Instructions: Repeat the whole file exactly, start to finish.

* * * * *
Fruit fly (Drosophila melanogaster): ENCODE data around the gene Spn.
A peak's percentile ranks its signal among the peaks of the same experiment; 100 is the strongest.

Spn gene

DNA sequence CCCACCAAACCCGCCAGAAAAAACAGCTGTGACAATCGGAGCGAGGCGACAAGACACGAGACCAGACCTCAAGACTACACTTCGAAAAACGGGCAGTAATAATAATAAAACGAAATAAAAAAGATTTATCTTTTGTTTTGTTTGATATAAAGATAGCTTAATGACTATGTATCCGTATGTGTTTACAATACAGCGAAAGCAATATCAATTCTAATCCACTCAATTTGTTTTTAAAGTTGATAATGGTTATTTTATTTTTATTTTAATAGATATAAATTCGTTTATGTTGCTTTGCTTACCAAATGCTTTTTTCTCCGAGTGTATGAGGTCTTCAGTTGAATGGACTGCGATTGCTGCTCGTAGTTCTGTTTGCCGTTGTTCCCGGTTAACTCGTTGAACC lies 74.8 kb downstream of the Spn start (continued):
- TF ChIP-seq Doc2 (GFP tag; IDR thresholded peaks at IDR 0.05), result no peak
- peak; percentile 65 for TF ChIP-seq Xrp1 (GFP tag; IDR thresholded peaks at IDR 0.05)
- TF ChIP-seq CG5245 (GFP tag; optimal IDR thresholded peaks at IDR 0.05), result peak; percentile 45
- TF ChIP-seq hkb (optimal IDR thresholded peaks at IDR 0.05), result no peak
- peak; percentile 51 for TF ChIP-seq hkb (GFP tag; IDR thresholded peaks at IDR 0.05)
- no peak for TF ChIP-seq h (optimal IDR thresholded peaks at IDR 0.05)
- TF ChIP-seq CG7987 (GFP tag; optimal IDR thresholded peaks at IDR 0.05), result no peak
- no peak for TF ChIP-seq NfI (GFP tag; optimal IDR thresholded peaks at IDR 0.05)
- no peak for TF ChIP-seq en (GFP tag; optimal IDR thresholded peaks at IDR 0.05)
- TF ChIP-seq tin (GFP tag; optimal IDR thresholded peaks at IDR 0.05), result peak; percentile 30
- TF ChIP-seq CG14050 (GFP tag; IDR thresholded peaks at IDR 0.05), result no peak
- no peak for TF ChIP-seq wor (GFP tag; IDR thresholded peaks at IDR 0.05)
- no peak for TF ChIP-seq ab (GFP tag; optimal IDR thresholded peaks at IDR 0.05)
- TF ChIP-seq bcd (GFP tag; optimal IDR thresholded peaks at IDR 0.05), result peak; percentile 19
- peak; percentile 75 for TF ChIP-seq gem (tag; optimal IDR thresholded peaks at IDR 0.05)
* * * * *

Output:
Fruit fly (Drosophila melanogaster): ENCODE data around the gene Spn.
A peak's percentile ranks its signal among the peaks of the same experiment; 100 is the strongest.

Spn gene

DNA sequence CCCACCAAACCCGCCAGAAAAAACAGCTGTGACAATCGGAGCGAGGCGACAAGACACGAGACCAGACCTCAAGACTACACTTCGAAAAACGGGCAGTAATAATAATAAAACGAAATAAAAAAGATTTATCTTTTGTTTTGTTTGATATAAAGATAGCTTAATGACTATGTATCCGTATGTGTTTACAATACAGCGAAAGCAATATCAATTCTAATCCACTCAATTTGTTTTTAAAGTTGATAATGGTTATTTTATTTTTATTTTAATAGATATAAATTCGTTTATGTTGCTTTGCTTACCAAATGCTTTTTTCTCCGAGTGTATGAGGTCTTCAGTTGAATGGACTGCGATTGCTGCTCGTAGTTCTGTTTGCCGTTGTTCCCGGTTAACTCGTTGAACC lies 74.8 kb downstream of the Spn start (continued):
- TF ChIP-seq Doc2 (GFP tag; IDR thresholded peaks at IDR 0.05), result no peak
- peak; percentile 65 for TF ChIP-seq Xrp1 (GFP tag; IDR thresholded peaks at IDR 0.05)
- TF ChIP-seq CG5245 (GFP tag; optimal IDR thresholded peaks at IDR 0.05), result peak; percentile 45
- TF ChIP-seq hkb (optimal IDR thresholded peaks at IDR 0.05), result no peak
- peak; percentile 51 for TF ChIP-seq hkb (GFP tag; IDR thresholded peaks at IDR 0.05)
- no peak for TF ChIP-seq h (optimal IDR thresholded peaks at IDR 0.05)
- TF ChIP-seq CG7987 (GFP tag; optimal IDR thresholded peaks at IDR 0.05), result no peak
- no peak for TF ChIP-seq NfI (GFP tag; optimal IDR thresholded peaks at IDR 0.05)
- no peak for TF ChIP-seq en (GFP tag; optimal IDR thresholded peaks at IDR 0.05)
- TF ChIP-seq tin (GFP tag; optimal IDR thresholded peaks at IDR 0.05), result peak; percentile 30
- TF ChIP-seq CG14050 (GFP tag; IDR thresholded peaks at IDR 0.05), result no peak
- no peak for TF ChIP-seq wor (GFP tag; IDR thresholded peaks at IDR 0.05)
- no peak for TF ChIP-seq ab (GFP tag; optimal IDR thresholded peaks at IDR 0.05)
- TF ChIP-seq bcd (GFP tag; optimal IDR thresholded peaks at IDR 0.05), result peak; percentile 19
- peak; percentile 75 for TF ChIP-seq gem (tag; optimal IDR thresholded peaks at IDR 0.05)